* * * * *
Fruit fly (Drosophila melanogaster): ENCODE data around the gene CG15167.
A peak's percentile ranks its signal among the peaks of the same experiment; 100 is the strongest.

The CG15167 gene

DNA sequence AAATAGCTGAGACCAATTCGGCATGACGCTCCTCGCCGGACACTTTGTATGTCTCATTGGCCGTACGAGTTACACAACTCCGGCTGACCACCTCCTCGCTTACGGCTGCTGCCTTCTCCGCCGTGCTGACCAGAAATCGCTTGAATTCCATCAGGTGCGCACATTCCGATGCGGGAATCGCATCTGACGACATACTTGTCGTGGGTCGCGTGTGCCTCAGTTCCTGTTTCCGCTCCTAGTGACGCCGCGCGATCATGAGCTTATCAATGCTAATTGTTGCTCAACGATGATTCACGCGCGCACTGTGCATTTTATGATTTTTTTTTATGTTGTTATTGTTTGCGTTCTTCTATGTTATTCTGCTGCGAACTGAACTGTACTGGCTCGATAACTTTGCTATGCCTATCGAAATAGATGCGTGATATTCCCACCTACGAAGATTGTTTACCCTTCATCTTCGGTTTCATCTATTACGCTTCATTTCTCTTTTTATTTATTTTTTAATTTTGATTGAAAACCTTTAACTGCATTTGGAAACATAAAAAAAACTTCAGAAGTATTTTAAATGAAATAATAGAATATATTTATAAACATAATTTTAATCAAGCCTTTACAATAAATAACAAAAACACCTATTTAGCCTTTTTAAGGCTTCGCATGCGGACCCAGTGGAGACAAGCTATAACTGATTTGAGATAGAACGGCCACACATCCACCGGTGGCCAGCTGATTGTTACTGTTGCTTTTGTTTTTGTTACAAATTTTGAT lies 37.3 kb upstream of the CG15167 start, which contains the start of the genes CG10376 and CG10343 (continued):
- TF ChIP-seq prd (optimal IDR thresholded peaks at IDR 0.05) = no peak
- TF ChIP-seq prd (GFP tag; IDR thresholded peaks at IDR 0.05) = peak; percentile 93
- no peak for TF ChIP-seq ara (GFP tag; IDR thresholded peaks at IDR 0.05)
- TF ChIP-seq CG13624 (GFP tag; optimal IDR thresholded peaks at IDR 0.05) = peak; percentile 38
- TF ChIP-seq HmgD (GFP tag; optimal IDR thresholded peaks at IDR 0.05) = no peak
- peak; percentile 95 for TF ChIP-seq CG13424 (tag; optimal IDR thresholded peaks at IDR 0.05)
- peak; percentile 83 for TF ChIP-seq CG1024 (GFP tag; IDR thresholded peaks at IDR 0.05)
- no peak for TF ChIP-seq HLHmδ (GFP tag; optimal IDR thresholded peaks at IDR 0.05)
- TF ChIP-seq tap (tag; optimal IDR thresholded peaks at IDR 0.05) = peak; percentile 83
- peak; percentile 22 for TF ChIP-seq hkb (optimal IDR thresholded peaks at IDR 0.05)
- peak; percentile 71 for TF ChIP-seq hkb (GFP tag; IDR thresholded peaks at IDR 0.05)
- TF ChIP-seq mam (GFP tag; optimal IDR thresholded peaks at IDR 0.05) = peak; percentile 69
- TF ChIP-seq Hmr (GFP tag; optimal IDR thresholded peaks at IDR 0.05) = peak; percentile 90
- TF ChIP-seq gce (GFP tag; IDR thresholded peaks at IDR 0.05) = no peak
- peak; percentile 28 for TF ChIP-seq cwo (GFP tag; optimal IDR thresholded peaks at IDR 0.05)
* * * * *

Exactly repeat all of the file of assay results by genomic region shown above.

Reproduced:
Fruit fly (Drosophila melanogaster): ENCODE data around the gene CG15167.
A peak's percentile ranks its signal among the peaks of the same experiment; 100 is the strongest.

The CG15167 gene

DNA sequence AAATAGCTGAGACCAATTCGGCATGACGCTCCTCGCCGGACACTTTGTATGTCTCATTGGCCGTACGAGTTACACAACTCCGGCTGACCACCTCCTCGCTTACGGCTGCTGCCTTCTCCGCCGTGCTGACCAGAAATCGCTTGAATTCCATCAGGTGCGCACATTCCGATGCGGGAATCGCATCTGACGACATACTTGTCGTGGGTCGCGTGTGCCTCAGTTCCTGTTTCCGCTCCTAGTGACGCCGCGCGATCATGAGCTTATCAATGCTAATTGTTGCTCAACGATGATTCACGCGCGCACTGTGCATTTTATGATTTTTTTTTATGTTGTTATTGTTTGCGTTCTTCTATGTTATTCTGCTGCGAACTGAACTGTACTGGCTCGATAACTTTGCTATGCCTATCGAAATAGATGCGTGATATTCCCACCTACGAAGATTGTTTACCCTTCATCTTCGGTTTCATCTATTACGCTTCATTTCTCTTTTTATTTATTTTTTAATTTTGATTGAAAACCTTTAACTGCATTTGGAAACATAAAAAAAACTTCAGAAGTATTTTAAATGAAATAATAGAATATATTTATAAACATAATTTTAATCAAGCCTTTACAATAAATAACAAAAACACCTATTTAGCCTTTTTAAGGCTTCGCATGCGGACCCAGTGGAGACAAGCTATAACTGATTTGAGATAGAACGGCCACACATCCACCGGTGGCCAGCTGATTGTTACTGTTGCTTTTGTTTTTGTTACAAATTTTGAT lies 37.3 kb upstream of the CG15167 start, which contains the start of the genes CG10376 and CG10343 (continued):
- TF ChIP-seq prd (optimal IDR thresholded peaks at IDR 0.05) = no peak
- TF ChIP-seq prd (GFP tag; IDR thresholded peaks at IDR 0.05) = peak; percentile 93
- no peak for TF ChIP-seq ara (GFP tag; IDR thresholded peaks at IDR 0.05)
- TF ChIP-seq CG13624 (GFP tag; optimal IDR thresholded peaks at IDR 0.05) = peak; percentile 38
- TF ChIP-seq HmgD (GFP tag; optimal IDR thresholded peaks at IDR 0.05) = no peak
- peak; percentile 95 for TF ChIP-seq CG13424 (tag; optimal IDR thresholded peaks at IDR 0.05)
- peak; percentile 83 for TF ChIP-seq CG1024 (GFP tag; IDR thresholded peaks at IDR 0.05)
- no peak for TF ChIP-seq HLHmδ (GFP tag; optimal IDR thresholded peaks at IDR 0.05)
- TF ChIP-seq tap (tag; optimal IDR thresholded peaks at IDR 0.05) = peak; percentile 83
- peak; percentile 22 for TF ChIP-seq hkb (optimal IDR thresholded peaks at IDR 0.05)
- peak; percentile 71 for TF ChIP-seq hkb (GFP tag; IDR thresholded peaks at IDR 0.05)
- TF ChIP-seq mam (GFP tag; optimal IDR thresholded peaks at IDR 0.05) = peak; percentile 69
- TF ChIP-seq Hmr (GFP tag; optimal IDR thresholded peaks at IDR 0.05) = peak; percentile 90
- TF ChIP-seq gce (GFP tag; IDR thresholded peaks at IDR 0.05) = no peak
- peak; percentile 28 for TF ChIP-seq cwo (GFP tag; optimal IDR thresholded peaks at IDR 0.05)